OPEN SOURCE SHOES
Making a Case to Go Modular
When I mention that I make shoes,
I often get the same response: “Oh
my God, can you make me some? I’m a total
shoe addict!” If you’re anything like me,
you’ve had fantastic visions of creating
your own boots, platforms, wingtips ...
But very few of us actually turn these ideas
into reality. Making shoes isn’t easy. The fact
that the process is surrounded with an aura
of mystery doesn’t help either. As a result,
custom shoes are only available to those with
the means to pay a shoemaker hundreds of
dollars per pair. The rest of us must search
through a sea of mediocre, mass-produced
footwear. This needs to change.
We can start by taking some lessons from
open source models of software development.
How? We’re going to cannibalize existing
shoes, make them modular, and minimize the
risk of experimentation.
We start by cannibalizing the most complicated part of the shoe — the sole. The sole
provides support and cushioning to the foot’s
complex structure of bones, joints, muscles,
and tendons. Since most shoe companies
spend quite a bit of time and money working
out issues of construction, materials, and
support, we can benefit from their hard work
by using existing soles as the platform from
which we can build.
Currently, almost all shoes are constructed
by gluing the upper (the part that covers your
foot) to the soles. Once connected, it’s nearly
impossible to remove these parts from one
another without doing damage.
But if we construct shoes to be modular,
then the uppers could be removed from the
sole without destroying either part. Straps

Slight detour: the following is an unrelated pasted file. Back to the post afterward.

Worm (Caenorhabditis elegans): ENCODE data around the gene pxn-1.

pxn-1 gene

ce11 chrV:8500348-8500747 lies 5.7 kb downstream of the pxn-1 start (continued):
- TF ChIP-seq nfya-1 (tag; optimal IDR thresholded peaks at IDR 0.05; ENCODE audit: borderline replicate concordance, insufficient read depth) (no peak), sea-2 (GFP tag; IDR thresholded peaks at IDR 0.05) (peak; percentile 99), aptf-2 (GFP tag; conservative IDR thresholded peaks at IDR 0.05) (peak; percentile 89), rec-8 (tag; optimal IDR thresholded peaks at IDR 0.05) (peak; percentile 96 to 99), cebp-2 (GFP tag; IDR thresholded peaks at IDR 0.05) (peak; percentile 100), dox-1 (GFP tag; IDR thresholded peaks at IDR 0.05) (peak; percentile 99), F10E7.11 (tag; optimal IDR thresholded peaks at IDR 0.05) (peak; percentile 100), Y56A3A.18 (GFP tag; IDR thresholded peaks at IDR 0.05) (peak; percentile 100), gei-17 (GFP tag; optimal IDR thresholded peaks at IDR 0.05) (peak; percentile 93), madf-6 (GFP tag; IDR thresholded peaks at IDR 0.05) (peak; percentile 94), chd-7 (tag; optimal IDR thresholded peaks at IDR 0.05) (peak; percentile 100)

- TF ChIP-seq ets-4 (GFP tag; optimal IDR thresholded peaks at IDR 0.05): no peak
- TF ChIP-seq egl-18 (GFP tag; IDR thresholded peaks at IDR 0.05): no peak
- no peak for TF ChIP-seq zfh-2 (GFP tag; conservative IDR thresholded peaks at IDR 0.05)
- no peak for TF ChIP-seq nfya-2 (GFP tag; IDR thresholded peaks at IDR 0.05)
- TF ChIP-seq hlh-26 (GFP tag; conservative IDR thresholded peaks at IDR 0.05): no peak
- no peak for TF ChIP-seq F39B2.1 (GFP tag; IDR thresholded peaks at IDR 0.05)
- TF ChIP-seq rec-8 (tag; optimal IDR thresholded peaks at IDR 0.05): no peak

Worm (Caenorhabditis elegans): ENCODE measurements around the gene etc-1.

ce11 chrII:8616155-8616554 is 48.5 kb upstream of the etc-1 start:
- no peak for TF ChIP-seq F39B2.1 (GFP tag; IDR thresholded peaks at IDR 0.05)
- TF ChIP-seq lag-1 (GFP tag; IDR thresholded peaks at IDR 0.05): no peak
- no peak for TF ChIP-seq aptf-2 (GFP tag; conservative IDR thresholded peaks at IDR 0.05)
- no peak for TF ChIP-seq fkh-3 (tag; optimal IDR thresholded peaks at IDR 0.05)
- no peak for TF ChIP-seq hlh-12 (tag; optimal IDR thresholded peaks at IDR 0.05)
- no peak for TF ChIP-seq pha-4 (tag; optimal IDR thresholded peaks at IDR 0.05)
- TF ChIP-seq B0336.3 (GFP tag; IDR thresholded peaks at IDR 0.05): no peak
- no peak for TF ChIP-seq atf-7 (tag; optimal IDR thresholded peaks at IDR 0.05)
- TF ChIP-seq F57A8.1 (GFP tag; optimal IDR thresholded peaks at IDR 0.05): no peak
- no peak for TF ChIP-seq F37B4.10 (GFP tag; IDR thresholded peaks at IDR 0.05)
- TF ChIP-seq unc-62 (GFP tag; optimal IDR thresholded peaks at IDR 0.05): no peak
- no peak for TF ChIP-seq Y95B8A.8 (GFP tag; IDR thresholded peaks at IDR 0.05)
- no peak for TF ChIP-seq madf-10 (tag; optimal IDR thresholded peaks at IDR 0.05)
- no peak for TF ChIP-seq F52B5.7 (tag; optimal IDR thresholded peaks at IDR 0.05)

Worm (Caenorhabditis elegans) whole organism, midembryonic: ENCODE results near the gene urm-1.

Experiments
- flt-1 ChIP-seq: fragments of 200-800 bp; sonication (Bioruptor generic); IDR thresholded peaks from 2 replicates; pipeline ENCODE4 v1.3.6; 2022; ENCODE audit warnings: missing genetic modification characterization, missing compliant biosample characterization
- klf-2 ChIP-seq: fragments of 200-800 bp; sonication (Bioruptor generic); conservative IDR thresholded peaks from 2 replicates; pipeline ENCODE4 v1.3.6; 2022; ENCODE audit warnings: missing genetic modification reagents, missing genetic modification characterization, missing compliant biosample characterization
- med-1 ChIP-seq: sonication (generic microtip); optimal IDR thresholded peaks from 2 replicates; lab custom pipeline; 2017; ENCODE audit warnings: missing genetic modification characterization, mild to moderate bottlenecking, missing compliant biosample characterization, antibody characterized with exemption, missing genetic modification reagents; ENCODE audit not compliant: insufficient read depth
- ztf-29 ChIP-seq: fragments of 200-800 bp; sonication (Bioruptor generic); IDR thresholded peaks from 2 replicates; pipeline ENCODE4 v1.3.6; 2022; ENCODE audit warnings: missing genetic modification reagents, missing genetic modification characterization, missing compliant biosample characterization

could be swapped as easily as Lego bricks.
In the open source world, developing code
in this way allows software developers to
distribute a workload in manageable sections.
Since the shoe is a complicated object, it will
be much easier for us to build if we break the
object into discrete elements.
Because the whole is broken into interchangeable parts, failure in one realm doesn’t bring
the whole endeavor down. I experienced
this firsthand when I made shoes in the
I had measured the foot, drafted patterns,
cut final materials, sewn them together, and
finally glued the upper to the sole. But somewhere in there I made a mistake. When my
girlfriend tried on the shoes, they were three
sizes too big. Mistakes in a modular system
are far less costly. You simply rebuild the part
rather than the whole shoe.
By letting companies do the hard stuff
for us, we can start making custom shoes
much faster and cheaper than if we had to
build the whole object. And because we only
need to make part of the shoe, we can make
custom shoes for less than $20. The pair
I built here cost less than $15, and I wasn’t
even cutting corners.
However, I don’t make shoes because it’s
inexpensive. I do it because I love bringing
my ideas to life. Building modular shoes
makes this process much more enjoyable
because it allows me to make changes and
improve a design even as I’m making the
shoe. These flexible construction methods
should empower you to make daring, shocking, or surprising shoes. So start building.
Your shoes are waiting.